This column is prompted by a comment from last week’s riff on “Amen/A-women” (the “pun” that Rep. Emanuel Cleaver used to end the prayer that opened the current session of the US House of Representatives): “Mr. Evans has, in earlier articles, made it clear that he is possibly an agnostic, and probably an atheist.”
Look, we’re all agnostic regarding God, which was the original coinage of the term (a-gnosis, “without knowledge”) by “Darwin’s bulldog” Thomas Huxley in 1869. None of us—from the open-minded Unitarian to the most hard-headed evangelical Christian or devout Sunni—know shit about God, any more than we “know” anything for certain. We could be brains-in-vats/dreaming or hallucinating/pawns in a sim-type computer game/robots convinced we’re free-will agents (like Sean Young’s character in Blade Runner), etc. So of course I’m an agnostic: I have beliefs, not knowledge (including what I just wrote!). So do you.
As for “probably an atheist.” First, it’s a category error (i.e. apples and oranges) to compare agnosticism with atheism—one’s about knowledge, the other’s about belief. And as I’ve written in this column several years ago, my problem with defining something by what it’s not—i.e. an atheist being someone who doesn’t believe in God (or gods)—is that you need to have at least some sense what it is you’re saying you don’t believe in. And there’s the rub. As physicist-bongo player, the late Richard Feynman, explained, having called himself a non-believer: “You describe it, I don’t believe it.” Since I have no idea what the word God (or gods) means, I’d be dishonest to express either belief or disbelief. So no, I’m not an atheist. But neither am I not not-an-atheist.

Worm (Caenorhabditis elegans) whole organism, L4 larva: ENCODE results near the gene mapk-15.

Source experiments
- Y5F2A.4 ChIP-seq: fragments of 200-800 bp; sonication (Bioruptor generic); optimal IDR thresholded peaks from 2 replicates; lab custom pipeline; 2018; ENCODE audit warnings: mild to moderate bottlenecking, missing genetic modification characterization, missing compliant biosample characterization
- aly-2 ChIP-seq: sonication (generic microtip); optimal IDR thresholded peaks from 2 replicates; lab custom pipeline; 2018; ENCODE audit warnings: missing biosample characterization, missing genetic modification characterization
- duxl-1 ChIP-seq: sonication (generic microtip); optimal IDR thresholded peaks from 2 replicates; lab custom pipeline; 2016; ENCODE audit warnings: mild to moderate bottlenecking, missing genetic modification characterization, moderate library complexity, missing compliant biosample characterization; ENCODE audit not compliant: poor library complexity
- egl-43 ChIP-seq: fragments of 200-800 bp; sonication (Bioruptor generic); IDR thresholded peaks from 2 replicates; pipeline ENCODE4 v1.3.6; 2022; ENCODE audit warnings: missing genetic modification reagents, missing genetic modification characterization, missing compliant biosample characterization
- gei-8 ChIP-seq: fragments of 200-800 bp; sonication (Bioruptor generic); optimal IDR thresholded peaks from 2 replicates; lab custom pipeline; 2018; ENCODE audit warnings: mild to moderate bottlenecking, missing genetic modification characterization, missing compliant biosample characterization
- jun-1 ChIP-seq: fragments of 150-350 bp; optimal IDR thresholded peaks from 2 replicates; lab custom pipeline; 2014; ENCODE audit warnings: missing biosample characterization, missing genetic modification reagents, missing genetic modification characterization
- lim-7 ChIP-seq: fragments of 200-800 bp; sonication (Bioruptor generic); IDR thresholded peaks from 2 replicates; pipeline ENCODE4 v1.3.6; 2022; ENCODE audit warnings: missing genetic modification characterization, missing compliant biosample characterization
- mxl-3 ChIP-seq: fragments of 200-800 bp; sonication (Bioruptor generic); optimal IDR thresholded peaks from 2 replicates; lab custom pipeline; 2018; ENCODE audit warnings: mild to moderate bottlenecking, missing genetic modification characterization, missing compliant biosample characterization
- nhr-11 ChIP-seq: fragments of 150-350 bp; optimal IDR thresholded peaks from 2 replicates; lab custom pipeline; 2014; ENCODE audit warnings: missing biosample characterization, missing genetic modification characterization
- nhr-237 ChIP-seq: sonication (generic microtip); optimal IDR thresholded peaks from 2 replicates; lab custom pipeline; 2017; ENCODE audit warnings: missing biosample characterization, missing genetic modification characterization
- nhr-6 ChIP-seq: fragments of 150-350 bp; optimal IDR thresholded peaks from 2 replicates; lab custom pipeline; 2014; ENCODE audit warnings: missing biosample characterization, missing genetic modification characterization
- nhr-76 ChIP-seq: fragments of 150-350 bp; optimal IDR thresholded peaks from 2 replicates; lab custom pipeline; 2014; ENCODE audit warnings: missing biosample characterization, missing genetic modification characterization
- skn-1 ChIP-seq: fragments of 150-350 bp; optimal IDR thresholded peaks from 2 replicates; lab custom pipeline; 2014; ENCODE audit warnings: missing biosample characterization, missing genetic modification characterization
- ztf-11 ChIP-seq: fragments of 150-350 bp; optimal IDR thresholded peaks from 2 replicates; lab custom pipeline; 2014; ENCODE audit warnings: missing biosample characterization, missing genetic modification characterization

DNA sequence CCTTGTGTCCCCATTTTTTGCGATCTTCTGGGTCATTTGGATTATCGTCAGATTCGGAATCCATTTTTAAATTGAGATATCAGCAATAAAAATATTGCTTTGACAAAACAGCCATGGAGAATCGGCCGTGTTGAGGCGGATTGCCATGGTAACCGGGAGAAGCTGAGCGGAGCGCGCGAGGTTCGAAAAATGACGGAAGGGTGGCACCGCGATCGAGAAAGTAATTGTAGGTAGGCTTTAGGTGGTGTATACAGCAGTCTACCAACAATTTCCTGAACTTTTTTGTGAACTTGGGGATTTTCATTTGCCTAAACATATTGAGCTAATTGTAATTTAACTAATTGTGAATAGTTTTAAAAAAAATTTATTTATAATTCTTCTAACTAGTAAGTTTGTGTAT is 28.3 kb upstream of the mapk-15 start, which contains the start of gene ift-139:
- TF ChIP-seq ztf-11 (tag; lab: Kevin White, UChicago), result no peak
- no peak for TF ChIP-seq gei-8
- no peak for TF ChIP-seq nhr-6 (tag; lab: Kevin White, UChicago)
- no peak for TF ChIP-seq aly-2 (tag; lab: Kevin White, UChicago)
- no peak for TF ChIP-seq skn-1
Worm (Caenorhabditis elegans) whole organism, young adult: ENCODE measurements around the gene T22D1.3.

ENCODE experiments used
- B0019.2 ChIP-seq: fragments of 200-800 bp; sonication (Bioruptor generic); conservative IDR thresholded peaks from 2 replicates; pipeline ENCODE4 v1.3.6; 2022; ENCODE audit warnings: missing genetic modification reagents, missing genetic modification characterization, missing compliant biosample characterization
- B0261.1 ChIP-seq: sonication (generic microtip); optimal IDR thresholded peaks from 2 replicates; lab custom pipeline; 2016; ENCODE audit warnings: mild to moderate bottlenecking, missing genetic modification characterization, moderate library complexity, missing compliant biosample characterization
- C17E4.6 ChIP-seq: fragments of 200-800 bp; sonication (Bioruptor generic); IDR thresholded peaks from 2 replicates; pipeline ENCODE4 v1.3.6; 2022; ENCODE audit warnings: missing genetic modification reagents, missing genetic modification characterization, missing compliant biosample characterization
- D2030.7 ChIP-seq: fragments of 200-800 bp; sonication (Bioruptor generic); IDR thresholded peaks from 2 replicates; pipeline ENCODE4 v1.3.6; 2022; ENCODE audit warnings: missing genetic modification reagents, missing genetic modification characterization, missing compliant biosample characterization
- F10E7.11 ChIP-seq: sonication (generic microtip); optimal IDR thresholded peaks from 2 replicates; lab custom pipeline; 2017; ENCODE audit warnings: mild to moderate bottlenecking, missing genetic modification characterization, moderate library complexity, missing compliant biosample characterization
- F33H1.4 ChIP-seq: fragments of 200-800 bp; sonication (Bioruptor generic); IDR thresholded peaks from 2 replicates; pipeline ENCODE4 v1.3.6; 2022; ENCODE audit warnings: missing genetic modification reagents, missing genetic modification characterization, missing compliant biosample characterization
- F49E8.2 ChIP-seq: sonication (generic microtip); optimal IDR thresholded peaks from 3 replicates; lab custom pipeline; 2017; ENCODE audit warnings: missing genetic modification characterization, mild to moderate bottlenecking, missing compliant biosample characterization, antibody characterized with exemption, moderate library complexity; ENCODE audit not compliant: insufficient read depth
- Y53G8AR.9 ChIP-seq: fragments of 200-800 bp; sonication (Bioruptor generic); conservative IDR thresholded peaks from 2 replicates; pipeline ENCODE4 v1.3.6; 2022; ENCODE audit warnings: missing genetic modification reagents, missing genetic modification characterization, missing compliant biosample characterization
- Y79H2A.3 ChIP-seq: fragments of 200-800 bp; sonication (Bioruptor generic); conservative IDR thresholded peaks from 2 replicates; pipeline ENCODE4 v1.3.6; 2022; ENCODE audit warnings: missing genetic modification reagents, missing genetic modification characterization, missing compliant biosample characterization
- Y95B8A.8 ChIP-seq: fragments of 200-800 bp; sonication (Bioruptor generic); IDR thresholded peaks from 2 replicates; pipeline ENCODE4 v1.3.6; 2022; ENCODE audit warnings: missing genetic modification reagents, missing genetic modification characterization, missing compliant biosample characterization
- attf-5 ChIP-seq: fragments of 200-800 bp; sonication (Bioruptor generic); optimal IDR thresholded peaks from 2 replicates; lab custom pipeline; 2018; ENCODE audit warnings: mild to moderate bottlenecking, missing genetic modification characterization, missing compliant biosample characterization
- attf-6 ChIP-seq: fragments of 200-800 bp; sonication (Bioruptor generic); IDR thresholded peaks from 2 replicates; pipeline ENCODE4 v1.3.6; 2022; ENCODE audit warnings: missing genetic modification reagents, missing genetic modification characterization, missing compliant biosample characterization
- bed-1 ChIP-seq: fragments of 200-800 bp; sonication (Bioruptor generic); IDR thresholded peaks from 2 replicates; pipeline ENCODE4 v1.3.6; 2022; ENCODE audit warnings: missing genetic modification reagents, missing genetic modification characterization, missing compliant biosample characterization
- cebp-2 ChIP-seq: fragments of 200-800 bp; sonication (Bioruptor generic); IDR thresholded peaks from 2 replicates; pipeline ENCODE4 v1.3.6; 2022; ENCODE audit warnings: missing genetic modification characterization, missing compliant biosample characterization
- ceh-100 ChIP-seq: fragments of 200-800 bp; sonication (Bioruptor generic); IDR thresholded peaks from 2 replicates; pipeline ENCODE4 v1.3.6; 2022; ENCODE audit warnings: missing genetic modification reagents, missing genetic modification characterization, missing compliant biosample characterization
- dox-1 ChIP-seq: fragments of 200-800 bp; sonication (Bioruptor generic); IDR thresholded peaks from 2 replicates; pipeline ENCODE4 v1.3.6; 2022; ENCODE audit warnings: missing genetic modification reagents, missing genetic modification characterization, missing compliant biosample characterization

Let’s look a bit closer at this “negative definition” idea. Dark is defined as the absence of light, death by the absence of life. Similarly chastity (no sex), bachelor (unmarried), vacation (break from work)—we all understand what it is we’re not referring to. But God? Ineffable! As the very readable theologian Karen Armstrong observed, “Some [eminent Jewish, Christian and Muslim theologians and mystics] went so far as to say that it was better to say that God did not exist, because our notion of existence was too limited to apply to God.”
Which brings us, naturally to “Pascal’s Wager.” The 17th century philosopher-mathematician Blaise Pascal wrote that a rational person should at least try to believe in God (use your imagination!) since you were giving up very little, while the up side (eternal life) was enormous. That is, it was a good bet to be a believer. (The ancient Greek philosopher Protagoras may have been the first to so reason.) Which, in the cold hard light of day, is a pretty silly argument. Suppose you end up believing in the wrong god? Suppose God doesn’t accept your “wager”? Or that God—who until that moment thought you were OK—was insulted by your self-serving, phony attempt to believe?
I think I’ll stick with not knowing.